In my early twenties, I could shout into a megaphone at a political rally of thousands, but I couldn’t decline drinks from strangers at the bar. I could perform original music for an attentive audience, but I couldn’t tell my friends when I felt hurt by something they’d said. I could start a business, advocate for new laws at City Hall, and share deeply personal poetry on Facebook, but I simply couldn’t speak up for myself in moments of conflict.
At the time, I had no idea that boundary setting and speaking up were systemic issues millions of people struggled with. I didn’t understand that my inability to set boundaries probably originated in my childhood as the cumulative result of my untended emotional needs.
I just thought I wasn’t trying hard enough.
I judged myself mercilessly for being unable set boundaries. I spent many mornings scribbling viciously in my journal, unpacking the previous day’s events. These are unedited excerpts:
“She asked to reschedule our meeting, and even though I promised myself I’d never schedule an early-morning phone call again, I did—for 7:00am. Ugh. Why didn’t I just ask her to reschedule?”
“I resent him so deeply for how he treated me, but when I saw him in the coffee shop yesterday, I acted like everything was peachy keen. What the hell? I’m so frustrated. How do I get better at standing up for myself??”
Woven tightly around my self-judgment was a thick mesh of confusion. I was the type of person who looked forward to therapy, hoarded self-improvement books, and spent evenings with girlfriends unraveling the scrappy tangles of our psyches. I liked understanding myself. You can imagine, then, that I was totally and completely flummoxed by my inability to understand—never mind remedy—my people-pleasing habit.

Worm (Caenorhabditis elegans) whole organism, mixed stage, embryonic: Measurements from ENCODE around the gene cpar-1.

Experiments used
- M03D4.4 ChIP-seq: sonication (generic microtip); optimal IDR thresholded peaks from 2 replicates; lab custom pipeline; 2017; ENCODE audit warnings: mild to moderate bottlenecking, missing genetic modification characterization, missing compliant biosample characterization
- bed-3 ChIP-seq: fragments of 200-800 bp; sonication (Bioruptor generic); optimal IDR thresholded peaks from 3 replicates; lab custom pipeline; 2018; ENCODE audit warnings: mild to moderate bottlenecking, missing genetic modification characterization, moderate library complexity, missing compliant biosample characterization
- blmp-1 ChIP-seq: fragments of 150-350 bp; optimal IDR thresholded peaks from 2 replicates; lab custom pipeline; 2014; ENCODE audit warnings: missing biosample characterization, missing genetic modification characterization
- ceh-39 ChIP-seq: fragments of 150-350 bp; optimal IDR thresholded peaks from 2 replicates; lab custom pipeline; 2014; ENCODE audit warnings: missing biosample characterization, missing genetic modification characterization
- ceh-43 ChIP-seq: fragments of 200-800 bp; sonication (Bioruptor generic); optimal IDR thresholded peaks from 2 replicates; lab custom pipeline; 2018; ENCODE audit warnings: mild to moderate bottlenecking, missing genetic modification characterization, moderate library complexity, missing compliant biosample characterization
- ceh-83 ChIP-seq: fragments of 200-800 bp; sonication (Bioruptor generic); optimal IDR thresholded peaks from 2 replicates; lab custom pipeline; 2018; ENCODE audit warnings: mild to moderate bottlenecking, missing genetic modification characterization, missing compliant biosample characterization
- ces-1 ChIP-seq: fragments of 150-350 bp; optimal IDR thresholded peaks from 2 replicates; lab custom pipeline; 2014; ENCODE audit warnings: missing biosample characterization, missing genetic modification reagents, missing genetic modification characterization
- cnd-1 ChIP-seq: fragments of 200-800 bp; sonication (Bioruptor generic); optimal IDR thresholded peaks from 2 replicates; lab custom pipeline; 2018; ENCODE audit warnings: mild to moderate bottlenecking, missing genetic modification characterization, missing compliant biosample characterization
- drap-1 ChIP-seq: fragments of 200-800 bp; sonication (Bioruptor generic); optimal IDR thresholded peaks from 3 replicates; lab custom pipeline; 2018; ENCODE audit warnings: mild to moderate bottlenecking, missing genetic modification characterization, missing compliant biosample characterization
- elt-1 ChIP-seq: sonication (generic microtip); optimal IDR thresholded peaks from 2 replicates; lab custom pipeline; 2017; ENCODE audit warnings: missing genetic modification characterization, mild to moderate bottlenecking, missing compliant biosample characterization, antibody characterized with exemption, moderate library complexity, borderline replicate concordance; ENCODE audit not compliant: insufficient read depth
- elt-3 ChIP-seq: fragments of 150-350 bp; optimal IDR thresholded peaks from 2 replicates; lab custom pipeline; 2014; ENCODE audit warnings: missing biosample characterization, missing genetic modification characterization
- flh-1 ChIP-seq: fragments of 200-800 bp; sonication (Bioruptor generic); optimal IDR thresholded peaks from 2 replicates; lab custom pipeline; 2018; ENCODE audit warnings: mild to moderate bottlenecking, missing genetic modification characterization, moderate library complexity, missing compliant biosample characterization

Most of the time, the thought of saying no—to friends, family, lovers, and colleagues—simply didn’t enter my mind space. No matter how uncomfortable or unsafe I felt, the only future that felt available to me was one in which I pleased the offending person and later felt victimized and resentful.
Other times, when I felt brave enough to simply entertain the notion of saying no, I felt a heaviness in my chest and a closing in my throat. The words literally couldn’t escape my mouth.
My friends who had no issues setting boundaries were wary of my explanations. To them, setting a boundary was like swatting an annoying gnat. But to me, it was like battling a saber-toothed tiger.
I wish I’d known then what I know now: that boundary setting isn’t a simple box to check off of your self-care to-do list. It represents a complicated matrix of issues related to one’s family of origin, socialization, limiting beliefs, and, most importantly, one’s relationship with oneself….